"Maintaining a reliable system and changing demand when you have imperfect knowledge of it to begin with, such as data sources that are not robust enough, can be hard for system operators," says Hummon.

For a vertically integrated utility that manages energy supply from generation to the consumer-facing end, information from demand-side response management solutions can also provide new revenue streams.

"It is another revenue stream for a utility, so when they are evaluating the cost-effectiveness of the program, they are deciding what the system benefits are and, depending on their structure, how they can monetize that benefit," says Hummon.

DSR systems, along with time-of-day pricing, can provide significant energy-efficiency and cost-saving benefits to customers if they use energy at the preferred time. Utilities can also sell energy-efficiency devices to customers keen on cutting down their energy use for an additional revenue stream.

Other side benefits and cost savings include avoiding or delaying the need for system upgrades and using DSR to respond to sudden power plant outages, which reduces the cost of reserve power required for such events.

In India, for example, where power outages are commonplace, the startup Ecolibrium Energy is using DSR in its SmartSense analytics platform to reduce the energy consumption of industry and provide much-needed relief to the grid.

Integration and Adoption Challenges

Technological integration is considered relatively simple and will mostly be dealt with by the demand-side response partner.

"The point of integration between us and the utility is generally at a systems operations level. The systems operation group will put out the shadow price on the cost of electricity by the time of day and then forecast for the [following] 28–48 hours. We can use that to then shape demand and return to the systems operator a new demand profile," says Hummon.

However, she adds that one of the challenges to DSR technology is customer adoption, which can sometimes be challenging, particularly for residential customers who might not want to invest in extra technology or even engage with their utility at all. One way to overcome this is for the utility to share the upfront cost of the in-home devices.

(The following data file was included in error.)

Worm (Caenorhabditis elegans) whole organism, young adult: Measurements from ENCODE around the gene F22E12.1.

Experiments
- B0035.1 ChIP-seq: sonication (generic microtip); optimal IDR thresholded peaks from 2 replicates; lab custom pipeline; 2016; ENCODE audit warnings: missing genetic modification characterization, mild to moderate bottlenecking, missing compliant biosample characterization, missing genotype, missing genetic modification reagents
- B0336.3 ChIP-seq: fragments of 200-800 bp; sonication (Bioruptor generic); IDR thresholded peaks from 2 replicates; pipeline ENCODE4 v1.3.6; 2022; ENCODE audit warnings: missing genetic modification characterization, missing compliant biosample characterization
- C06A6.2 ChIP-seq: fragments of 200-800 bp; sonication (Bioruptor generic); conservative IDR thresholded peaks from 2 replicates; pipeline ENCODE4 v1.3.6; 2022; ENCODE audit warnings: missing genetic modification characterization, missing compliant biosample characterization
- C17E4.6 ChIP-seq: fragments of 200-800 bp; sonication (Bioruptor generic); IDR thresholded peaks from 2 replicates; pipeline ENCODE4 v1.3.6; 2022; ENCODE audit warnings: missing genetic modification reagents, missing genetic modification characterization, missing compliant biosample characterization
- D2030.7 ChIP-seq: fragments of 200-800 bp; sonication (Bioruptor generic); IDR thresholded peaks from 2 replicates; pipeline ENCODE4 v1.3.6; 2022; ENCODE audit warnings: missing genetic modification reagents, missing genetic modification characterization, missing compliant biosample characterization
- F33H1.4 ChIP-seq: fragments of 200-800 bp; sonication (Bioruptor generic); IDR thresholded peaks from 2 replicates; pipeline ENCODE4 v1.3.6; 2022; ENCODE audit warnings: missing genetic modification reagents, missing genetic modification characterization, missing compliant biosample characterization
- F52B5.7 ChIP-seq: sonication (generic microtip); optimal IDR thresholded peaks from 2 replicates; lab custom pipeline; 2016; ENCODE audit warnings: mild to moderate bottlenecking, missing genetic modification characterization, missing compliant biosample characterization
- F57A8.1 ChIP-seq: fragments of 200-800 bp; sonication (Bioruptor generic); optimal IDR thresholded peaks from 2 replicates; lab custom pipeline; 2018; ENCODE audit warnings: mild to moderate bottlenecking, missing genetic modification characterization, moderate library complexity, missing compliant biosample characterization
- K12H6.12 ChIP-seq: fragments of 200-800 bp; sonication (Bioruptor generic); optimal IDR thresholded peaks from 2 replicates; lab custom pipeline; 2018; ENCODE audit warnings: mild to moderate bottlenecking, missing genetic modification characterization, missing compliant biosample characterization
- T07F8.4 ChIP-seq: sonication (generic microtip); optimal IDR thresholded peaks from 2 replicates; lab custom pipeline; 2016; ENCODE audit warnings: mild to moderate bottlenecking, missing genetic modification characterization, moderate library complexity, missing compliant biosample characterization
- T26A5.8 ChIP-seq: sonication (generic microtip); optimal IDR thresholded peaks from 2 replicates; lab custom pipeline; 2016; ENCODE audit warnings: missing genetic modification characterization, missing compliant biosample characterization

The second challenge, Hummon says, is getting system operators to view the DSR systems as a reliable resource and something they can actually count on as part of their dispatch system: "I think that is more attitude-related and behavior-related than it is technical, but it is still a big barrier to maximizing the full value of load management," she adds.

Demand-Side Response for Future Agility

The National Grid in the UK is actively trying to encourage more demand-side response solutions in the energy network with its Power Responsive campaign.

The campaign states that DSR and other forms of flexible technology, such as storage, can help to provide the capacity and flexibility needed to operate the electricity system in tomorrow's world.

Hummon concurs. "There's definitely a role for managed demand in the future. I look at it as something that can fill in gaps. It can help with those high-priced combustion turbines, because: It ramps quickly; it is responsive; it is available for short periods of time; and it matches those characteristics well," she says.

Demand-side management and response technology is not a one-size-fits-all final solution for renewable integration and load management. It does, however, offer tangible benefits for utilities that need to find new ways to manage their business in a constantly evolving industry. DSR can be a key nonwired solution that helps utilities remain agile and ahead of the curve.